The court concluded that the commission was wrong to rely on the need to comply with the principle of non-discrimination in order to reject Jinan's request for the disclosure of the normal value calculations. On this basis, the court found that Jinan's rights of defence were infringed. It also concluded that this infringement could have affected the procedure. Indeed, if Jinan would have had access to the calculations, it could have identified certain errors and had a greater chance of its objections being taken into account by the commission. As a result, the anti-dumping measures were annulled insofar as Jinan was concerned.
This case, while based on particular facts, illustrates the deficiencies in the EU trade defence system insofar as balancing the rights of defence and the need to protect confidentiality is concerned. A key element of trade defence proceedings is the large amount of confidential information that is submitted to the investigating authority by all the interested parties. All this confidential information warrants the necessary protection and there are sufficient safeguards to this end in World Trade Organisation (WTO) and EU law. However, access to such information is often vital for interested parties to adequately exercise their rights of defence. This necessitates a balancing act between protecting genuinely confidential information and ensuring the highest possible level of transparency.
Too often the commission's practice does not involve such a balancing exercise. Rather, as a rule, it will refuse any actual disclosure of such confidential information in the framework of dumping or injury margin determinations. For exporters from non-market economies that are not granted market economy treatment, this means that an essential part of the dumping determination (ie, the normal value calculations) is established based on information to which the exporting producer has no access. This creates impediments to the rights of defence. The same problem is present where the duty level is based on the injury margin, rather than on the dumping margin. The injury margin is based on a comparison of union industry and exporter prices. In an attempt to avoid passing on the exporter's information to the union industry and vice versa, the determination is never fully disclosed by the commission. This deprives exporters and union producers from fully exercising their rights of defence. Similar concerns may arise in case determinations are (partially) made based on available facts (which can include information obtained from another interested party). All such situations result in the imposition of duties based on margin calculations that have never been checked by any interested party. This deprives the interested parties of their rights of defence in relation to calculations that are of crucial importance to them, as they form the basis for a possible imposition of duties. In addition, not granting access prevents the commission from benefitting from additional reviews, something that would undoubtedly be beneficial to the overall quality of such determinations.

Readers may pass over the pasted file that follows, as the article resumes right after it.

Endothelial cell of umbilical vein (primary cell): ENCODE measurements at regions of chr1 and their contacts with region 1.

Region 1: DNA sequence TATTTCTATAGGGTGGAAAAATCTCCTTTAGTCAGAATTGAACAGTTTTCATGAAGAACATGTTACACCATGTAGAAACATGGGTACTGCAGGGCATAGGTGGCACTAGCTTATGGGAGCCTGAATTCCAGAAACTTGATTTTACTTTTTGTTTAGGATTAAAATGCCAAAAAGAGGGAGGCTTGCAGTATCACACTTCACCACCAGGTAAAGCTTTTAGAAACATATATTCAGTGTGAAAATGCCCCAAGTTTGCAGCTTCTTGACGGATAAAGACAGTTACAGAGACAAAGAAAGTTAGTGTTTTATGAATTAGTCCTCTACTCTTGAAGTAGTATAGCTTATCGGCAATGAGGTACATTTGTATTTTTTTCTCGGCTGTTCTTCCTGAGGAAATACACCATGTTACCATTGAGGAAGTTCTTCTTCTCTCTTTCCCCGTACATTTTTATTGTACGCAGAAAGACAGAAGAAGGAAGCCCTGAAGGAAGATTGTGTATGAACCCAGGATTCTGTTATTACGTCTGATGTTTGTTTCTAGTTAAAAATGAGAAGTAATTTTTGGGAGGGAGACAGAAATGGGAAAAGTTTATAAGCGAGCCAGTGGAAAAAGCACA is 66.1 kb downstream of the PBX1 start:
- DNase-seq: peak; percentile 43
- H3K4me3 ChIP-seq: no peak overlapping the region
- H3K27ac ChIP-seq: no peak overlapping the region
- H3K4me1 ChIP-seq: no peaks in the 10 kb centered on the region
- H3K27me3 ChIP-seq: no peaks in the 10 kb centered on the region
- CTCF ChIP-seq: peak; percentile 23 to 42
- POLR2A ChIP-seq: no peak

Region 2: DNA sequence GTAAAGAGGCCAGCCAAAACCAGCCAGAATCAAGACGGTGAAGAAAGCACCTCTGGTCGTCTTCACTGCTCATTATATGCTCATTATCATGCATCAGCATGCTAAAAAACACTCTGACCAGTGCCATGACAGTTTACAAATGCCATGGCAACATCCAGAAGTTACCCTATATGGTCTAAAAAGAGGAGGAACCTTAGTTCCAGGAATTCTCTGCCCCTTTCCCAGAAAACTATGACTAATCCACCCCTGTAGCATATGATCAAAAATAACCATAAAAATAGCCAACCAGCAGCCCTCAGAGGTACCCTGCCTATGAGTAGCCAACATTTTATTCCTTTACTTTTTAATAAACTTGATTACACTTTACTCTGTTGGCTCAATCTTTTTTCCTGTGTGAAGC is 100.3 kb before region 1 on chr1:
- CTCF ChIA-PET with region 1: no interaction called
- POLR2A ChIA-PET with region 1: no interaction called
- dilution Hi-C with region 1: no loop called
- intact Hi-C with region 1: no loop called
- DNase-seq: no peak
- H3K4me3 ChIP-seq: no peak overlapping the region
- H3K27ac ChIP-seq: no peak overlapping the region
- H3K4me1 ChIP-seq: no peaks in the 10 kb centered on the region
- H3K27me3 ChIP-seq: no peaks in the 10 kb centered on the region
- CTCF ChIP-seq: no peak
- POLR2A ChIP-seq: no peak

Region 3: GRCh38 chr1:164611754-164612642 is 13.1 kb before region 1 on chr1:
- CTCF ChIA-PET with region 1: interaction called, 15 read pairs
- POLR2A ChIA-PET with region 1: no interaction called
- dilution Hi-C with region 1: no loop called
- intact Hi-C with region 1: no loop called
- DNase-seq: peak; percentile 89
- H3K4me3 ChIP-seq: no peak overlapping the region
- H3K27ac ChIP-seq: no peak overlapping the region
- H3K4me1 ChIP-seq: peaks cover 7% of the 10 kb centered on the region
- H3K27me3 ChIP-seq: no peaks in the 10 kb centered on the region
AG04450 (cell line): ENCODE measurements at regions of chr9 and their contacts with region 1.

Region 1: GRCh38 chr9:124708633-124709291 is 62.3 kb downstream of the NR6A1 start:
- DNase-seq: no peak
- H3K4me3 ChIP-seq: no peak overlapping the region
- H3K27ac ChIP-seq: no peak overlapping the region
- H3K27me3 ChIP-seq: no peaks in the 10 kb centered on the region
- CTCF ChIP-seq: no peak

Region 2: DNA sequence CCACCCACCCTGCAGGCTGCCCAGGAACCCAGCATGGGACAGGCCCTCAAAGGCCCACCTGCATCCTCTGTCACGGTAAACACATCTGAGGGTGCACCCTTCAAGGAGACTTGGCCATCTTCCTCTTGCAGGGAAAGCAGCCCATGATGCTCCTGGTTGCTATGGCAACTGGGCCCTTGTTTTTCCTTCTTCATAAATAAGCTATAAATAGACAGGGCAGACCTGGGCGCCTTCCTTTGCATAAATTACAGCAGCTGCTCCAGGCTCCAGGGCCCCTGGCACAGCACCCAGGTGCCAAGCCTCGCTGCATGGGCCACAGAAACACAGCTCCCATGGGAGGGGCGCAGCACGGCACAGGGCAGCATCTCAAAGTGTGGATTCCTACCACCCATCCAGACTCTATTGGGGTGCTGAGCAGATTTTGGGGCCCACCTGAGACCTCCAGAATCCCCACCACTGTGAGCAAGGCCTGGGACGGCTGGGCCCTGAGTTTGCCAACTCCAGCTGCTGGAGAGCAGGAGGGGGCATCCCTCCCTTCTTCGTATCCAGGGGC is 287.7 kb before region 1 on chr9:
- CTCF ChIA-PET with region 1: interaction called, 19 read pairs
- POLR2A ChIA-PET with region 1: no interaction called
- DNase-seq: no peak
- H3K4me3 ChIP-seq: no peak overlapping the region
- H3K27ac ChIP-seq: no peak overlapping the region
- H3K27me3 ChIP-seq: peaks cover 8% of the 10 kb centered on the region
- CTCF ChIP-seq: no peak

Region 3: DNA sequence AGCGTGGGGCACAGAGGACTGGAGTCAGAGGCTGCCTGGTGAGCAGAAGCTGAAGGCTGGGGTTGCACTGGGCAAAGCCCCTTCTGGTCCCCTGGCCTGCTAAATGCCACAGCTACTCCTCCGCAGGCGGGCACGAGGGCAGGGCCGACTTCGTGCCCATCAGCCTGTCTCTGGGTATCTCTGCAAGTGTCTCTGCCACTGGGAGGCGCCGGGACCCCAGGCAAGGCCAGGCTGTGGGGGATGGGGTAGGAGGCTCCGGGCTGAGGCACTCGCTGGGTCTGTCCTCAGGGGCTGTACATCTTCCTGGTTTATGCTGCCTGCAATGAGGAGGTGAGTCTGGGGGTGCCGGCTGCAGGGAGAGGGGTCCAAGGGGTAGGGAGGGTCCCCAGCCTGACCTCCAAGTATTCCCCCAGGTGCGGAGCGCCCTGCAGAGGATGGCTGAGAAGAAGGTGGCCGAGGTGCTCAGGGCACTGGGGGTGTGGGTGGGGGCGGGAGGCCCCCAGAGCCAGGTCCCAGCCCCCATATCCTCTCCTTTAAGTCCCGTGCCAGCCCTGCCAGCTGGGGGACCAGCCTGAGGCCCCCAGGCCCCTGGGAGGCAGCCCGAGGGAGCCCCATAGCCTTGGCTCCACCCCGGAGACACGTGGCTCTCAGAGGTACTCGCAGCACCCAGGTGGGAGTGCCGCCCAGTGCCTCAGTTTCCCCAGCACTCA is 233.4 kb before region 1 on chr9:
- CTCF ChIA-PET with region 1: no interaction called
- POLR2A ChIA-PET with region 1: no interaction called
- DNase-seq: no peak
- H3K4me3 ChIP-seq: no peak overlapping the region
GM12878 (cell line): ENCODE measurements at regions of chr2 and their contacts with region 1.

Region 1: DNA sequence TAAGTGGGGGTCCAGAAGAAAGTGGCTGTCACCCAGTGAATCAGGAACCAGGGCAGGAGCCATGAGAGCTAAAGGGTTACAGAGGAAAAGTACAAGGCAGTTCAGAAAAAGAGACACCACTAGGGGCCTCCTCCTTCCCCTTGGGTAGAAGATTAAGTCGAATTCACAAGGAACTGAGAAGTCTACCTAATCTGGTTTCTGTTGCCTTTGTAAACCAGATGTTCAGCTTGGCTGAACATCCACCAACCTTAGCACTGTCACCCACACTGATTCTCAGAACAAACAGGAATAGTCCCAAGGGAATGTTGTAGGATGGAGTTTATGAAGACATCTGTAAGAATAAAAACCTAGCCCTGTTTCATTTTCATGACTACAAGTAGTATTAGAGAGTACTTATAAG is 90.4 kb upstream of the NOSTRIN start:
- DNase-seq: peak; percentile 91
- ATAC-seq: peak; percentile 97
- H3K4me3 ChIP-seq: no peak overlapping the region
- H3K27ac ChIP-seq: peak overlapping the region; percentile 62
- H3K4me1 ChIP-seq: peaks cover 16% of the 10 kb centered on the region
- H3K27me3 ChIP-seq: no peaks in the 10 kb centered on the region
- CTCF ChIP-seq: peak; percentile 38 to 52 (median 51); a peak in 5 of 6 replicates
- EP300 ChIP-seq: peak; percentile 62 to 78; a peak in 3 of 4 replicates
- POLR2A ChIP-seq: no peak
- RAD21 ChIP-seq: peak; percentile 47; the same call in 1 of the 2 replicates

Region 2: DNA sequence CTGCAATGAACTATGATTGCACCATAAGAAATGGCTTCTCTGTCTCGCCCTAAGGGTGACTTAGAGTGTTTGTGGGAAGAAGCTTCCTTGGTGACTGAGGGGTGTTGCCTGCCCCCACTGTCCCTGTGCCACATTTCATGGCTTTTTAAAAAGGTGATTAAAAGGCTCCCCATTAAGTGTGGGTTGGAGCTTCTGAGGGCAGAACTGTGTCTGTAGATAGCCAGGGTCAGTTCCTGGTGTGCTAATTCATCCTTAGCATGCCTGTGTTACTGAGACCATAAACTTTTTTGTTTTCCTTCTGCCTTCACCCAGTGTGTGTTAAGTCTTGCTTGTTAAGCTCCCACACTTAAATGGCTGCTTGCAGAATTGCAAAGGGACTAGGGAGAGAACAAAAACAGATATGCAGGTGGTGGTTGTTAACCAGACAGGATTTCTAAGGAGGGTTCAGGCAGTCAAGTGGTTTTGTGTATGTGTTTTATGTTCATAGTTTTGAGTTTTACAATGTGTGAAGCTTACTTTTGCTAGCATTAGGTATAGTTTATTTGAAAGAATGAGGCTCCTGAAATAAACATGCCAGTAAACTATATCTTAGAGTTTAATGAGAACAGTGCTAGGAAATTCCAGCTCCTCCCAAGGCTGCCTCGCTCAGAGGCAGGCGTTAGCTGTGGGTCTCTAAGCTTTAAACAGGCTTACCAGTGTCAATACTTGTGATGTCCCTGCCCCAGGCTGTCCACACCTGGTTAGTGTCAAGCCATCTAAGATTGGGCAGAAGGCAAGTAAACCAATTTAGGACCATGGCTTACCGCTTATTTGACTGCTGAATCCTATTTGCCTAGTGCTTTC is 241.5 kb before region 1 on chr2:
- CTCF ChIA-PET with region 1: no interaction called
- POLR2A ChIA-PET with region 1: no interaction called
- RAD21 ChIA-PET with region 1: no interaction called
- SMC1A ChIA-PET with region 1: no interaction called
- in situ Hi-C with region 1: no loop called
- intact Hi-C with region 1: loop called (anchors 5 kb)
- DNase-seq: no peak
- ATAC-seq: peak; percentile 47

In contrast, in the United States a system is in place whereby representatives of the interested parties to a trade defence proceeding can, under certain specific and clearly defined strict conditions, have access to the confidential information of the other interested parties. This is done under an administrative protective order. Such systems are explicitly permitted under WTO law and appear to satisfy the General Court's call on EU institutions to use their discretion to determine the most appropriate way of reconciling parties' right to disclosure and the confidentiality of certain information.
Should such a system have been in place in the European Union, there would have been no need (or grounds) for Jinan to ask for an annulment on the basis of the lack of disclosure and a lot of time could have been spared for the council, the commission and Jinan (as well as the court). Such a system would significantly improve the quality of EU trade defence measures to the benefit of all interested parties.